Thursday, March 25, 2004

The Importance Of Agriculture

I don't think "city folks" quite understand the importance of agriculture. I know for sure I didn't, until I moved out here to this college town in the middle of a rural area, and started giving it a bit of study. I started feeling bad that when my kids would interrogate me about where foods came from, I didn't know all the answers. These were not questions like "When is the best point in the life cycle of the corn worm to spray insecticides?", these were questions like "When will the peaches be ready on the trees?" I was dumbfounded to discover that I hadn't a clue as to when most fruits and vegetables were in season. I had lived all my life in a culture where fruit goes on sale, not comes into season.

As I live and learn, I am discovering just how important agriculture is to everyone, not just the farmers. It goes without saying that agriculture grows the food we eat, and without agriculture we would all die of starvation. But more than that, I'm learning about the role of agriculture in the environment.

Now I consider myself to be a bit on the "green" side, even in an environmental state like Utah. (Yes, Utah is a very environmentally-oriented state, despite being a heavily Republican state. The two are not mutually exclusive.) I use cloth diapers and try really hard not to use pesticides and chemical fertilizers on my flowers and vegetables unless it's absolutely necessary. I recycle and I dry clothes outside in the summer. I own Energy Star appliances. But I'm not one of those environmentalists who holds the simultaneous and contradictory beliefs that people are animals too, but that every animal but us is permitted to impact the environment. And I don't romanticize "native" ways, although I do believe that the people indigenous to an area have more than likely learned a few things about the area while living there and ought to have their knowledge respected.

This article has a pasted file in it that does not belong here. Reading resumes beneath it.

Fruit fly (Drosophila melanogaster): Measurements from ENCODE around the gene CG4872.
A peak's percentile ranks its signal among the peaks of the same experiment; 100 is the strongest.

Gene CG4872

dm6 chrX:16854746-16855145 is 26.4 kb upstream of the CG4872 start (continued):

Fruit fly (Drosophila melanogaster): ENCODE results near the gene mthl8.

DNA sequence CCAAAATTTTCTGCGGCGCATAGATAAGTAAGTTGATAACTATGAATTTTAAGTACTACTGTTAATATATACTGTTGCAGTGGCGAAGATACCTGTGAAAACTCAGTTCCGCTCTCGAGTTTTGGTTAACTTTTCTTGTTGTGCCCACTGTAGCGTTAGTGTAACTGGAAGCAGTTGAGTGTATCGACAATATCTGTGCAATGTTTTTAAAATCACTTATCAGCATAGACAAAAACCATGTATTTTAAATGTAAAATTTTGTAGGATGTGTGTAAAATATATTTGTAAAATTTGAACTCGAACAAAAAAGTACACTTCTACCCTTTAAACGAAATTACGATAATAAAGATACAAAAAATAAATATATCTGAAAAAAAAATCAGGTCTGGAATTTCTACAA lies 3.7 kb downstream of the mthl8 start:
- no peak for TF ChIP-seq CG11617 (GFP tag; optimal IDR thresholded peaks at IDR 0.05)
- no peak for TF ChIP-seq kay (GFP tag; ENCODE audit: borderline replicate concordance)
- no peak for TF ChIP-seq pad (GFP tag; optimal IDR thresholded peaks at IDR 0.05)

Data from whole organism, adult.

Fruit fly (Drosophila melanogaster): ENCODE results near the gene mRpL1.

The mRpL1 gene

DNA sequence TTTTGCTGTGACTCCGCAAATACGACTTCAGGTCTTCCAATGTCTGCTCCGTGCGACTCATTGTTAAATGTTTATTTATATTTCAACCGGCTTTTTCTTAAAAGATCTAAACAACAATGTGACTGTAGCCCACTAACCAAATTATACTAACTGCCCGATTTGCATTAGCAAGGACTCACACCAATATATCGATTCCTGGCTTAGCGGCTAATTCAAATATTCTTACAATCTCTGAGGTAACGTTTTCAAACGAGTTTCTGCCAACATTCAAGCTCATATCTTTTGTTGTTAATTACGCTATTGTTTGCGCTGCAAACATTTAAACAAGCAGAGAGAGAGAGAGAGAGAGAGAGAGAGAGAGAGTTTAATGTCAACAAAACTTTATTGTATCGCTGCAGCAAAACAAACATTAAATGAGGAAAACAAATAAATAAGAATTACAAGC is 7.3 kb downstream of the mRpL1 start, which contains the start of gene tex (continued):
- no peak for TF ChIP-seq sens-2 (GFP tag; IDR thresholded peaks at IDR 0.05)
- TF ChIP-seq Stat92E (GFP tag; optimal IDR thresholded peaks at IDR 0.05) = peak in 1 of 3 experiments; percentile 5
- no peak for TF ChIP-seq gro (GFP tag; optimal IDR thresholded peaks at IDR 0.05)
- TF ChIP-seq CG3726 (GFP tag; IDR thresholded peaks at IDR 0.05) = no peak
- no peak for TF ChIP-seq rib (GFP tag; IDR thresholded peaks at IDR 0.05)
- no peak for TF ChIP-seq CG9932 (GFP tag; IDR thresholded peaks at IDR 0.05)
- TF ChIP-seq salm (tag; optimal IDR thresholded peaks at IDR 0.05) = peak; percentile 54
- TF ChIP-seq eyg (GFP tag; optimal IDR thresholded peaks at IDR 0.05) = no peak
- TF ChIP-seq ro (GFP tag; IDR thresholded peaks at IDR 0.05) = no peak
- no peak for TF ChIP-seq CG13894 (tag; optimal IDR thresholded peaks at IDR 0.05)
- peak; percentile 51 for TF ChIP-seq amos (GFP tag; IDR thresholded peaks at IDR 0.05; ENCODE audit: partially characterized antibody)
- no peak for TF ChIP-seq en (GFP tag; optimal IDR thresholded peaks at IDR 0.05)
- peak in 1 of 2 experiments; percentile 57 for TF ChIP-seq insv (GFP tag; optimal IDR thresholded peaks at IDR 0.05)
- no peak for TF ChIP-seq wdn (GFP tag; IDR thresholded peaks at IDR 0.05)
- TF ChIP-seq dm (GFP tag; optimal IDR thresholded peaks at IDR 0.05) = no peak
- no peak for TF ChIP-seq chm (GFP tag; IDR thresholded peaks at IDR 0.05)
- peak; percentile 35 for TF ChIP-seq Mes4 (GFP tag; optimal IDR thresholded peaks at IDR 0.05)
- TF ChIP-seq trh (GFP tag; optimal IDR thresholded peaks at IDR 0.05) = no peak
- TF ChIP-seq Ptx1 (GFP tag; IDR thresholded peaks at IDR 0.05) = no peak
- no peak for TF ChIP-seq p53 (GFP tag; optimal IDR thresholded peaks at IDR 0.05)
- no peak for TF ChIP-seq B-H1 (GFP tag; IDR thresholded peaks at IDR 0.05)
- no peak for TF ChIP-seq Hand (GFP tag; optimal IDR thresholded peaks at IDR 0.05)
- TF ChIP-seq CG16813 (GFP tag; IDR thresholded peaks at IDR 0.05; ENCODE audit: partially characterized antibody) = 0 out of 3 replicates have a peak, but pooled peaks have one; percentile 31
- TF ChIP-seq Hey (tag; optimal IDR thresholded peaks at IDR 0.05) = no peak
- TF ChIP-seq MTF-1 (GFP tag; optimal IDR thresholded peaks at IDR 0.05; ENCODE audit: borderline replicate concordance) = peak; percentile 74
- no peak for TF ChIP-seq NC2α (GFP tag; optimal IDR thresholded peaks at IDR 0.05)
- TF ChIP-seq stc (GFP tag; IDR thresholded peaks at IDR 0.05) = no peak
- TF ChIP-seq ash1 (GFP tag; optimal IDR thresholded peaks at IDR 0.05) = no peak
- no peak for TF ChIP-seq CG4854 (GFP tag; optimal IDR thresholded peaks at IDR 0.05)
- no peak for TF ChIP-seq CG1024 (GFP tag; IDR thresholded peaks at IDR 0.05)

So it was with interest that I read this article about a man whose contributions to end world hunger through high-yield agriculture have gone unnoticed (and have even been spurned!) by environmentalists. (Thanks Instapundit for the link.) It surprised me how hard it's been for this guy to get funding to bring his miraculous agricultural techniques to the farmers of Africa. It didn't surprise me much, though, to learn that the people standing in his way were "environmentalists" romanticizing the "native" methods of agriculture. I've known way too many "environmentalists" who were more interested in having people see them recycle their soda can than in actually doing stuff that might really preserve the environment.